Use of facial recognition needs independent scrutiny to protect human rights, UN told

The Equality and Human Rights Commission (EHRC) has called for the suspension of the use of automated facial recognition (AFR) and predictive algorithms in policing in England and Wales until their impact has been independently scrutinised and laws are improved.

Mar 12, 2020
By Tony Thompson
Rebecca Hilsenrath

In a report to be submitted to the UN today (March 12), the EHRC said it had concerns about how the use of AFR is regulated, and has suggested that the technology may not comply with the UK’s obligation to respect privacy rights under the International Covenant on Civil and Political Rights (ICCPR).

The study also questions the accuracy of facial recognition technology and points to evidence that many AFR algorithms disproportionately misidentify black people and women, and therefore could be discriminatory.

The EHRC report also expresses concerns over the use of predictive policing programmes, which use algorithms to analyse data and identify patterns, suggesting that such programmes could replicate and magnify discrimination in policing.

As predictive technologies rely on ‘Big Data’, which encompasses large amounts of personal information, the EHRC has warned that this may infringe privacy rights and result in self-censorship, which in turn could have a detrimental effect on freedom of expression and association.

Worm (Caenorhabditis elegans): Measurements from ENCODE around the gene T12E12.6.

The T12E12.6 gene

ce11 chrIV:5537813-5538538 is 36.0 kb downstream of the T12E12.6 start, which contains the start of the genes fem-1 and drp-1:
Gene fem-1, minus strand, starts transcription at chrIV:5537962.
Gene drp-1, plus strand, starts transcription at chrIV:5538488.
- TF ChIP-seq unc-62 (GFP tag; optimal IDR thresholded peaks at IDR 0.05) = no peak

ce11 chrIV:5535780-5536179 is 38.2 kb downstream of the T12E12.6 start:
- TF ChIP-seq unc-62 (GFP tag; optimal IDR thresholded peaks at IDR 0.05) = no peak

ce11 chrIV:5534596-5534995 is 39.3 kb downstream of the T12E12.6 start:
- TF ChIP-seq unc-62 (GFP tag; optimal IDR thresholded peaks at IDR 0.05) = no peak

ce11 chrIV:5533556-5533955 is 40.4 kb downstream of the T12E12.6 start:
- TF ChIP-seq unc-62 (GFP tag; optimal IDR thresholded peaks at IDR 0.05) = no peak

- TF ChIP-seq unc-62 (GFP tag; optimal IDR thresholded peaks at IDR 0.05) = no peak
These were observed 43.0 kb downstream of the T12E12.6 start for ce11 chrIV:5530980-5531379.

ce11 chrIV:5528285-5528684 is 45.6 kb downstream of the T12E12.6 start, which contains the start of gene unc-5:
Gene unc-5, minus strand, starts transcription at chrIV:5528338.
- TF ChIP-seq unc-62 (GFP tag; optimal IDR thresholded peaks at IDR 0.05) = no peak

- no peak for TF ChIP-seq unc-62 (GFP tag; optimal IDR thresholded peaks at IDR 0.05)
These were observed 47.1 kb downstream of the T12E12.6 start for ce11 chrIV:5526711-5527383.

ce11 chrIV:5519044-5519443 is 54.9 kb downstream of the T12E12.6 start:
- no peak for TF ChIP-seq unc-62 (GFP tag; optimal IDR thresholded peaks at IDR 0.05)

Rebecca Hilsenrath, chief executive at the EHRC, said: “With new technology comes new opportunities and new, more effective ways of policing crimes and protecting UK citizens. We welcome this opportunity and recognise the priority that everyone is kept safe.  But these also bring new challenges and new risks which we need to meet in order to use any such technology effectively for the good of the community as a whole.

“It is essential that our laws keep pace with our evolving digital world so that new techniques to protect us don’t infringe on our rights in the process, and damaging patterns of discrimination, that we already know exist, are not reinforced.

“The law is clearly on the back foot with invasive AFR and predictive policing technologies. It is essential that their use is suspended until robust, independent impact assessments and consultations can be carried out, so that we know exactly how this technology is being used and are reassured that our rights are being respected.”

In its submission to the UN, the EHRC suggests that any decision to use such technologies must be based on the outcomes of independent impact assessments, and appropriate mitigating action must be taken, including the development of a rights-respecting legal and policy framework.

The EHRC’s wide-ranging report reviews the progress the UK Government has made, and the challenges it still faces, when implementing the ICCPR.

Other issues raised include the inadequacy of the justice system’s response to tackle the persistent and growing problem of violence against women and girls, and the need to ensure properly funded specialist services for all survivors.

It also highlights concerns around immigration detention, including the continued practice of indefinite detention and the inadequacy of protections for individuals at risk of particular harm.

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